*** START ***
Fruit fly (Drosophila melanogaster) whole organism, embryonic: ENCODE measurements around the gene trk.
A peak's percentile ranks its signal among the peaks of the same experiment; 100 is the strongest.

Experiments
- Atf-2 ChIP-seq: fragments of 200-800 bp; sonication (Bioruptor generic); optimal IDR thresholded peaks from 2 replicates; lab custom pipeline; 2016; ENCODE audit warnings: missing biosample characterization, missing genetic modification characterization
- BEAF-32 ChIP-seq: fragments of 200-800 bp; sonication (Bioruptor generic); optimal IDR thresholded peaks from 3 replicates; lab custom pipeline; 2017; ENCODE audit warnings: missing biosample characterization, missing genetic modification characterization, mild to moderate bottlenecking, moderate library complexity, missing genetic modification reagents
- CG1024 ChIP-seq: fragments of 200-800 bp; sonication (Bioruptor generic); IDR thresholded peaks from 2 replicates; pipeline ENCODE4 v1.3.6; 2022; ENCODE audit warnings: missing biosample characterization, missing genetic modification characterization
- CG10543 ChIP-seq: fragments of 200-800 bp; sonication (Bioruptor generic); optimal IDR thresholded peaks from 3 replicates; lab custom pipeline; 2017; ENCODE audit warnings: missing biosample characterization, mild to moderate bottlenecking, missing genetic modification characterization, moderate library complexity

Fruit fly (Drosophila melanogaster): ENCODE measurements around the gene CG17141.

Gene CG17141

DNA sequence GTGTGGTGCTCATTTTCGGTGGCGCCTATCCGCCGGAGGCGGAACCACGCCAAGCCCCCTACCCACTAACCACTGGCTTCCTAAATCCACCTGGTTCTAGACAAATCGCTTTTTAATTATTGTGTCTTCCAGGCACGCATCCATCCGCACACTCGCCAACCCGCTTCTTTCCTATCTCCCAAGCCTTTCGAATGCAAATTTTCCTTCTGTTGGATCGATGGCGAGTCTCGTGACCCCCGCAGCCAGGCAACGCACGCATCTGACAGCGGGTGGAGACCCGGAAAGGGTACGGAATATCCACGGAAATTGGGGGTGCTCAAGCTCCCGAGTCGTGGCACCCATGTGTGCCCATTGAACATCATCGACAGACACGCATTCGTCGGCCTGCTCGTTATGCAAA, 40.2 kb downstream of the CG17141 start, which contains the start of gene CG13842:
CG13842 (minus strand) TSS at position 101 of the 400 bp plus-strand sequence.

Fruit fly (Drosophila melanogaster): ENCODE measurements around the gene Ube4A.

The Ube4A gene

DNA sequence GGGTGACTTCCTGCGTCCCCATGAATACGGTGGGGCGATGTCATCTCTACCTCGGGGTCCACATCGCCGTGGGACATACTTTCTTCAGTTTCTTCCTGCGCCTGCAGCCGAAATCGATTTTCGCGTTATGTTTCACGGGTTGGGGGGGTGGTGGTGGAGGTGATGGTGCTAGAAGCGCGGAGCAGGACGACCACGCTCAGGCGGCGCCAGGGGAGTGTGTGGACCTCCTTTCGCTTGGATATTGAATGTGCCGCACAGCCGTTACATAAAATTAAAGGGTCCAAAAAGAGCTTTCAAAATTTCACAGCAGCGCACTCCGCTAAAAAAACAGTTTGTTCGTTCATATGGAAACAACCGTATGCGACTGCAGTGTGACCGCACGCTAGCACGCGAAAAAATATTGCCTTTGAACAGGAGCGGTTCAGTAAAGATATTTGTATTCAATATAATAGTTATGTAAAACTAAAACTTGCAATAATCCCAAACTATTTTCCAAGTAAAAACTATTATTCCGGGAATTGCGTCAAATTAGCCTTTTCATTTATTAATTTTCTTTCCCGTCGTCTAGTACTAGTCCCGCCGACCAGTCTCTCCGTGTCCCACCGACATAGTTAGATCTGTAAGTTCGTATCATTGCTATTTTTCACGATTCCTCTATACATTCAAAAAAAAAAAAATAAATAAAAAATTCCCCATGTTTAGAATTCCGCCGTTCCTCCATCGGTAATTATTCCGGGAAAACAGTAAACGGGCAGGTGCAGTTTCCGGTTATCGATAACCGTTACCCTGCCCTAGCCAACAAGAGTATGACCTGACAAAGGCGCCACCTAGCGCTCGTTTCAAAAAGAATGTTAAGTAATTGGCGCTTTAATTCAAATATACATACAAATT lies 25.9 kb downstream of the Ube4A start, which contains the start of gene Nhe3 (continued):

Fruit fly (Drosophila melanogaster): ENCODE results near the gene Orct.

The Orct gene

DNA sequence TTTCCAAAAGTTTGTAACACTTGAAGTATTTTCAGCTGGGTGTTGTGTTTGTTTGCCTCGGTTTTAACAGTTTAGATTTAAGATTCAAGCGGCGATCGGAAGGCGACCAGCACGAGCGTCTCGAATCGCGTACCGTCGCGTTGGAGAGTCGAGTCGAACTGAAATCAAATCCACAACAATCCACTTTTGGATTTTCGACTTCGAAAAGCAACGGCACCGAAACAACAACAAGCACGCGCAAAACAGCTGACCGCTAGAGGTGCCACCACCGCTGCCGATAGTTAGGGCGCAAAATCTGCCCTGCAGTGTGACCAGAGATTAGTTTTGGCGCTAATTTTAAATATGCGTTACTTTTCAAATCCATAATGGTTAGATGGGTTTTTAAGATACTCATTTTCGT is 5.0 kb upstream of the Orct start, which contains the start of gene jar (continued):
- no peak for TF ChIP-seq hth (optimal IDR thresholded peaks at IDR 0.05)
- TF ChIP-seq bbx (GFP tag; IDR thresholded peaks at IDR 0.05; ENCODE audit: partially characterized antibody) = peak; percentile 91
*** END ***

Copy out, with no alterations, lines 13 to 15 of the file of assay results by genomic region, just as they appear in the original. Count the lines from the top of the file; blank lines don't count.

The Ube4A gene

DNA sequence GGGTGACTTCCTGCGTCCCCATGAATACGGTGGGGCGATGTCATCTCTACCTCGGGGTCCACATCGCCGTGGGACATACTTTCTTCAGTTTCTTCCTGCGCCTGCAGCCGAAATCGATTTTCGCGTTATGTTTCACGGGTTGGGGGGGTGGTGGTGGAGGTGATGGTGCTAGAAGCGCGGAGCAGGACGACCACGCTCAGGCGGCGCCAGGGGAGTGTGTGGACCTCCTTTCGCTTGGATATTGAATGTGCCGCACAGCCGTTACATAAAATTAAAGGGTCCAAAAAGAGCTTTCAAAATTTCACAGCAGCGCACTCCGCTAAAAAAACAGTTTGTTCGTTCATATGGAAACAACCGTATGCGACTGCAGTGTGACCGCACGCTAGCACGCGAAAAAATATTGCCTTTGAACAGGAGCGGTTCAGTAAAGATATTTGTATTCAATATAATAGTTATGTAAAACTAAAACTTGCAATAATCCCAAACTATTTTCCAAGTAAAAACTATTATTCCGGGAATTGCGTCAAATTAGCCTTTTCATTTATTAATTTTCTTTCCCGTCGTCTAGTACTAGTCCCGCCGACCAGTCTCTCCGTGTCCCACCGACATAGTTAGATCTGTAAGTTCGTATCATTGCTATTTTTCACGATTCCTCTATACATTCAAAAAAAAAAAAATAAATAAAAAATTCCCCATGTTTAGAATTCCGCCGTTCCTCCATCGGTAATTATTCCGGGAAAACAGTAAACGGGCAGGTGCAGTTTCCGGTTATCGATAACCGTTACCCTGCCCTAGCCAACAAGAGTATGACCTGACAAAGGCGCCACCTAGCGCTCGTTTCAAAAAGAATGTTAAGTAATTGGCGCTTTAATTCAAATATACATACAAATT lies 25.9 kb downstream of the Ube4A start, which contains the start of gene Nhe3 (continued):

Fruit fly (Drosophila melanogaster): ENCODE results near the gene Orct.